The Traffic Stop

Most of us have been there.  You’re driving along with the windows rolled down and belting out Dancing Queen at the top of your lungs when you notice the red and blue lights in your rearview mirror (okay, maybe that was just me…). Perhaps you were driving a bit too fast or maybe you meant to get to the DMV yesterday after work to renew your registration — but life got in the way.  It happens, and so do traffic stops.  Allow me to provide some clarity about what we do, why we do it, and how you should handle a traffic stop.

The Police
It’s important to remember police officers are trained not to treat any traffic stop as “routine.”  It doesn’t mean we think everyone we stop is dangerous or wants to hurt us, it just means we have no idea who you are until we get to the vehicle and we have to make sure we are keeping ourselves safe.  Police officers will often direct a lot of light in the direction of the stopped car to ensure we can see inside, and we will touch the trunk of your vehicle to confirm the trunk is secure.  We may ask a lot of questions about where you were coming from or where you’re headed, and this is pretty standard.  You’d be surprised what people say sometimes (i.e. I just came from a downtown bar and I had 15 beers)!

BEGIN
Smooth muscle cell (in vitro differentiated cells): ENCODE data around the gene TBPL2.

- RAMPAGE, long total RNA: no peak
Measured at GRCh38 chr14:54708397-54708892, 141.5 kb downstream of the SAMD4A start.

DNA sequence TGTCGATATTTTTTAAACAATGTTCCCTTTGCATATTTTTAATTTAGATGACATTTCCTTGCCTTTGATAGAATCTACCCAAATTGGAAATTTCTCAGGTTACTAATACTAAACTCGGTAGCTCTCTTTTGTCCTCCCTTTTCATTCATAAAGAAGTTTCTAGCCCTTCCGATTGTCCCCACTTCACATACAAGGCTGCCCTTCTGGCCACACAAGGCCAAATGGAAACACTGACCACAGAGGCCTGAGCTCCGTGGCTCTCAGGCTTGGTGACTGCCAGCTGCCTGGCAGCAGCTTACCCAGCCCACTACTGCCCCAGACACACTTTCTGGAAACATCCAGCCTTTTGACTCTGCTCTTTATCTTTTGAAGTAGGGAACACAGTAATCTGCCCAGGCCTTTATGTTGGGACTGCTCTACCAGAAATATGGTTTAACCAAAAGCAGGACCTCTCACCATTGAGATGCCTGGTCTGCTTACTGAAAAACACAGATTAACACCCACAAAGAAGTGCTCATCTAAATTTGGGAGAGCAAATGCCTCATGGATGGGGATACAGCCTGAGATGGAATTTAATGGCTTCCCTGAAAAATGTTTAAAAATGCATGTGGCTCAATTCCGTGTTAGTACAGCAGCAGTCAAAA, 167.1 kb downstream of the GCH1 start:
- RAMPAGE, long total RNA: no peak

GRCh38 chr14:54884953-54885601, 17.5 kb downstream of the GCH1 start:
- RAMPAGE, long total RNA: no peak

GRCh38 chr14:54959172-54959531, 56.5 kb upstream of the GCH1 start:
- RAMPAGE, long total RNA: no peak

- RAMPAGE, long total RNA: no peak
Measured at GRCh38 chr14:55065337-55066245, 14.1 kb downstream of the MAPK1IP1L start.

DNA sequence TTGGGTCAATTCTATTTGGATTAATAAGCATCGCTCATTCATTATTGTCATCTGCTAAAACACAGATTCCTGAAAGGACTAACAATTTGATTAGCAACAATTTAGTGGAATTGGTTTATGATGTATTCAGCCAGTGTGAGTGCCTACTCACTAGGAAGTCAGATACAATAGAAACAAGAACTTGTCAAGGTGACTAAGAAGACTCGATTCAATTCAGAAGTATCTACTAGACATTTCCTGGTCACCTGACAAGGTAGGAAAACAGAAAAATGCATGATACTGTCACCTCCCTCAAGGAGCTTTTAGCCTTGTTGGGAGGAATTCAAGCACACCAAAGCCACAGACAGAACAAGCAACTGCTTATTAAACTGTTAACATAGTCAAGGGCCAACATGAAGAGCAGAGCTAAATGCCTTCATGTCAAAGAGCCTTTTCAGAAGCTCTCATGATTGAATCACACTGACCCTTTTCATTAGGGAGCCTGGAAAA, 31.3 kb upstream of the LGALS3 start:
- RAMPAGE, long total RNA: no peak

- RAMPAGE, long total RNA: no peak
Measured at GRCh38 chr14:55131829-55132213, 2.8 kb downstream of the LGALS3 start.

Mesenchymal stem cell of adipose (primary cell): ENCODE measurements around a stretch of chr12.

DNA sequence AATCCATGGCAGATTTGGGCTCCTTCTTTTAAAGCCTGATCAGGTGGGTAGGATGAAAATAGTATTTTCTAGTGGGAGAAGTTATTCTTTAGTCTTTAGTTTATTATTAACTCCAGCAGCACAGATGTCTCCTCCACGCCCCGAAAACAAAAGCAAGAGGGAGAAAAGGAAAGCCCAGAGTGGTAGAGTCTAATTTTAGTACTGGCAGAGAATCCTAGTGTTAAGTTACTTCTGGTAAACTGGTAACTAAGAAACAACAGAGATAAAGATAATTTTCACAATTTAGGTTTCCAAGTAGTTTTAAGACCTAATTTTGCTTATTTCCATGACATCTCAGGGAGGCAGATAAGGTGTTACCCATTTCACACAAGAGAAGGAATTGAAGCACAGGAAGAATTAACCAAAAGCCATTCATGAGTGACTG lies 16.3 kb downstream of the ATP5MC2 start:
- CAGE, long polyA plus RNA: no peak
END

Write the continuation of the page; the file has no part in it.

We will always ask for your driver’s license, and, depending on the officer, maybe your insurance and registration as well.  We go back and check your data to make sure you have valid driving privileges and aren’t on the FBI’s most wanted list.  If everything is okay and you’re only receiving a citation or written warning, you should be free to leave in 20 minutes or less.  A verbal warning will have you on your way much more quickly (although sometimes the rookies can be a bit slow…).

These tips will make your traffic stop as smooth as possible.  Most importantly, remember to pull over as quickly as it is safe to do so.  State law makes it a crime to continue driving any longer than it takes to safely pull over after an officer has activated their lights.  If the officer doesn’t think the location where you stopped is safe, they’ll change the location.  Make sure you remain in your vehicle, and place your hands on the steering wheel until the officer gets up to the car.  If it’s night time, perhaps consider turning on your dome light and rolling down the windows so the officer can see inside your car.  Don’t reach for anything until the officer instructs you, or you ask permission.  Remember that the officer has just met you and doesn’t always know everyone’s intentions!  Lastly, don’t argue about a citation during the stop.  All citations will have a court date where you can contest the circumstances leading to the stop.  These simple tips will ensure the stop is smooth for you and the officer.

Don’t hesitate to reach out to the UWPD if you have any questions or concerns about traffic stops!  UWPD officers receive lots of training on how to conduct traffic stops safely, efficiently, and professionally.  Remember — traffic stops play an important role in crime prevention and reducing motor vehicle accidents.

Drive safe!